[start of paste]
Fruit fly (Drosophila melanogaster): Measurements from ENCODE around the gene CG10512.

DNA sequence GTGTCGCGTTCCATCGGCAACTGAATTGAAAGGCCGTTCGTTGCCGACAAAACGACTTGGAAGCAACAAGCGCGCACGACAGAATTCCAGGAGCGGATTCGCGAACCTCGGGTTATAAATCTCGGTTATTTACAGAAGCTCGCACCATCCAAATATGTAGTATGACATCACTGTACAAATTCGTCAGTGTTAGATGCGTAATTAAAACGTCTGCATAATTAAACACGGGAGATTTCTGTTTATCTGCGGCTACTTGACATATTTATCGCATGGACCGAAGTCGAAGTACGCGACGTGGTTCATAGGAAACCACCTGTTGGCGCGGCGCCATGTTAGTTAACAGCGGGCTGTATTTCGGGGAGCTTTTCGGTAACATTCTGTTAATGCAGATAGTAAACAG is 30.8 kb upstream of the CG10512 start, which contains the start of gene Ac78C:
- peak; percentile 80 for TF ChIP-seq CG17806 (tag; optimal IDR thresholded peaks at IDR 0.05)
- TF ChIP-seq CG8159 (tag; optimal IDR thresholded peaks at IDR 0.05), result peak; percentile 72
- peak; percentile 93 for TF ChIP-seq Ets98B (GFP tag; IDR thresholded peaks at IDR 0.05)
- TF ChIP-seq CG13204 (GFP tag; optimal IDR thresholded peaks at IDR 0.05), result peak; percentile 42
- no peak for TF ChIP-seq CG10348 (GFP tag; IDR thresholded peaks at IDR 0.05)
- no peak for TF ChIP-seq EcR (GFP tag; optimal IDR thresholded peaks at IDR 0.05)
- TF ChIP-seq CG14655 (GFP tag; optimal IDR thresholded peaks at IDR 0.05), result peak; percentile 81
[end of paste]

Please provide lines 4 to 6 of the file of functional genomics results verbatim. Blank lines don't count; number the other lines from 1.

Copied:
- TF ChIP-seq CG8159 (tag; optimal IDR thresholded peaks at IDR 0.05), result peak; percentile 72
- peak; percentile 93 for TF ChIP-seq Ets98B (GFP tag; IDR thresholded peaks at IDR 0.05)
- TF ChIP-seq CG13204 (GFP tag; optimal IDR thresholded peaks at IDR 0.05), result peak; percentile 42